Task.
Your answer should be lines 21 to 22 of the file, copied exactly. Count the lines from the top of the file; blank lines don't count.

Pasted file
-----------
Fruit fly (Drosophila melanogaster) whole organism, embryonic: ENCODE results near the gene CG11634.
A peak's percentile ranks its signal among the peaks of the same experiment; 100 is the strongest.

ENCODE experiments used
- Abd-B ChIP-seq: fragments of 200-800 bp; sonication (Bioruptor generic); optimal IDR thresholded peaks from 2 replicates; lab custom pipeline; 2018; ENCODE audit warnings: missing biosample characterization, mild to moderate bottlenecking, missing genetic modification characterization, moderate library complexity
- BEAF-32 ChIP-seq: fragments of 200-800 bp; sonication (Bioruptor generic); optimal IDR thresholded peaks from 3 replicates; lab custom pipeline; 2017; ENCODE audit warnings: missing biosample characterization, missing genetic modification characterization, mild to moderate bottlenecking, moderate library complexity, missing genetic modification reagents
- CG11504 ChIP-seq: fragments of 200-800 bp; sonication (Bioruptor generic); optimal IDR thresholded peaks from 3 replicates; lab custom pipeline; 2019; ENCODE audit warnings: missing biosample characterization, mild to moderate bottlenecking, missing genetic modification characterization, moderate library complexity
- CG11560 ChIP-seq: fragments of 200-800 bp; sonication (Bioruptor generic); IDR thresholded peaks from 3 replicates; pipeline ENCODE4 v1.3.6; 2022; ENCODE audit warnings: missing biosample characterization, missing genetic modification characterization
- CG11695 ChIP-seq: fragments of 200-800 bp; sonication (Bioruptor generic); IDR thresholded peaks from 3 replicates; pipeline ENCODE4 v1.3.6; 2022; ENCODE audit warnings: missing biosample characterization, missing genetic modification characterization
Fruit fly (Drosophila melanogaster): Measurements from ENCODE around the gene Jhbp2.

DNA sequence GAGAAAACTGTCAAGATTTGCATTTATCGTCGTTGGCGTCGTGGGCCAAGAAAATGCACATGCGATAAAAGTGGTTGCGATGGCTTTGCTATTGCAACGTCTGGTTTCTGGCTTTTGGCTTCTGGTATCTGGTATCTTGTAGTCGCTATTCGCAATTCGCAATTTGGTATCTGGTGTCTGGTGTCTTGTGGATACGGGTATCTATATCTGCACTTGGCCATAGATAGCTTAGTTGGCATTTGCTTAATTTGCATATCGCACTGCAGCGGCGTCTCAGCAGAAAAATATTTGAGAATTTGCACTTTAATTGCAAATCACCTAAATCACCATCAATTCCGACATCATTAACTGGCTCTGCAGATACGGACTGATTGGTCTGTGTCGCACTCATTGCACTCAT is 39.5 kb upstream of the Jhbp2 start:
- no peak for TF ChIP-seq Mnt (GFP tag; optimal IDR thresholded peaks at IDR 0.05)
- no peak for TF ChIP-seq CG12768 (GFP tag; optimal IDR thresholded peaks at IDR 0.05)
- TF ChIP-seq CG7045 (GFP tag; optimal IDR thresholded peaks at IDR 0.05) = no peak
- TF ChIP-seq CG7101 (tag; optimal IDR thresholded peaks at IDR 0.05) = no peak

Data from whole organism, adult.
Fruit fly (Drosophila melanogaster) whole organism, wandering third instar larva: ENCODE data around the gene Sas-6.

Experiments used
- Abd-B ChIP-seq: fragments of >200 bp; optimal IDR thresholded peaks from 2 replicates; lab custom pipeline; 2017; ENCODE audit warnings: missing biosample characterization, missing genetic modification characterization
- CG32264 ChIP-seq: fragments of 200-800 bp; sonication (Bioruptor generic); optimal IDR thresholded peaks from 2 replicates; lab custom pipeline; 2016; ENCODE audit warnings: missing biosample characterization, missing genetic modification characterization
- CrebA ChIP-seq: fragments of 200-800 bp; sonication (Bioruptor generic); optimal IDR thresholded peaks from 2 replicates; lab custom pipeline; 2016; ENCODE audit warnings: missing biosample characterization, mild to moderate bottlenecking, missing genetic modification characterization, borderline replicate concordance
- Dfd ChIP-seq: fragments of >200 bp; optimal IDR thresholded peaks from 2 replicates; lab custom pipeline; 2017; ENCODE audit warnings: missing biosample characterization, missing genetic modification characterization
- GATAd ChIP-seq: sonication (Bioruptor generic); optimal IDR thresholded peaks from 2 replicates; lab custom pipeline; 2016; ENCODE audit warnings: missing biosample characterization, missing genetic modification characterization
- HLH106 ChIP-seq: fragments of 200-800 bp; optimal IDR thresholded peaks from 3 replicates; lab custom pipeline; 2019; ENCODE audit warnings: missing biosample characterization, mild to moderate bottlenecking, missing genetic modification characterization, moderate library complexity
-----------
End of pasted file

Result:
- Dfd ChIP-seq: fragments of >200 bp; optimal IDR thresholded peaks from 2 replicates; lab custom pipeline; 2017; ENCODE audit warnings: missing biosample characterization, missing genetic modification characterization
- GATAd ChIP-seq: sonication (Bioruptor generic); optimal IDR thresholded peaks from 2 replicates; lab custom pipeline; 2016; ENCODE audit warnings: missing biosample characterization, missing genetic modification characterization